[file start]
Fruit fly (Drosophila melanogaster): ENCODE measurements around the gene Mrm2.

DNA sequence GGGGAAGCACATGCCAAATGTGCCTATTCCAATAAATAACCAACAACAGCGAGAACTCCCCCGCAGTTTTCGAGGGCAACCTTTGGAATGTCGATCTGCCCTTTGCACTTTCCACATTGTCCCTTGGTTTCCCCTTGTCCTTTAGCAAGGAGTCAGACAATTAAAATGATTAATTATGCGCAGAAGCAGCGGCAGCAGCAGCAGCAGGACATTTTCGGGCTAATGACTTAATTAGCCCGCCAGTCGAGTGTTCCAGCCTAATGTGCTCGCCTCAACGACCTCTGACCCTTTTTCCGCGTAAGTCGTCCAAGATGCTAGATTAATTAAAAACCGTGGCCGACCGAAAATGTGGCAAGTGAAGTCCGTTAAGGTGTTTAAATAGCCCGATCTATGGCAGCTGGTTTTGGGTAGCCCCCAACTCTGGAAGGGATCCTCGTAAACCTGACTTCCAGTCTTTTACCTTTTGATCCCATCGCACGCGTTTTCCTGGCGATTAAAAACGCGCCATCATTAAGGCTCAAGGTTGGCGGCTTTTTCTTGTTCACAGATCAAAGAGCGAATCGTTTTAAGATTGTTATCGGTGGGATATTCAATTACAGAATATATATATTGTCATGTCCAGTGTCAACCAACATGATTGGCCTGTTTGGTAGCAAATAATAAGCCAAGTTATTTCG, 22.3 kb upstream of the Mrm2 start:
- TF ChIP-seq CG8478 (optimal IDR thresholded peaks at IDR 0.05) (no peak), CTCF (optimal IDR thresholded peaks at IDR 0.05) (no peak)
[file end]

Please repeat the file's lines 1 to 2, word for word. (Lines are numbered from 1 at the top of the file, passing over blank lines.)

Fruit fly (Drosophila melanogaster): ENCODE measurements around the gene Mrm2.

DNA sequence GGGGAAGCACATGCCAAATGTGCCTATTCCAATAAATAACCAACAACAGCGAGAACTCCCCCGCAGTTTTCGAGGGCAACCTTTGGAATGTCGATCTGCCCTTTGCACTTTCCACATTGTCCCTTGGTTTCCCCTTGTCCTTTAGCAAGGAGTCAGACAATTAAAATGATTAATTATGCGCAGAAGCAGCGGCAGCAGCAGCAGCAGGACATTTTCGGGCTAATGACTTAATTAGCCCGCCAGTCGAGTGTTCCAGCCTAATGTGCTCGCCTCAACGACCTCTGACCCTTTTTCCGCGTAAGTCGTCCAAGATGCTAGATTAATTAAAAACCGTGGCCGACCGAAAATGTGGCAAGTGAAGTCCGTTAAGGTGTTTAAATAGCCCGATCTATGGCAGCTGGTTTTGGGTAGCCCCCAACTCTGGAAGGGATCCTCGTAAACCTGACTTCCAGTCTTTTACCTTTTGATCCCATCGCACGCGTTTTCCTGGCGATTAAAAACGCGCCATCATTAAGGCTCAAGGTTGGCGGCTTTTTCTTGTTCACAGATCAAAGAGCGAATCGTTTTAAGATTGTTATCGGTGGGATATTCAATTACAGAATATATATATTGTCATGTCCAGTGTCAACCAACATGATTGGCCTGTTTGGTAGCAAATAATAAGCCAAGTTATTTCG, 22.3 kb upstream of the Mrm2 start: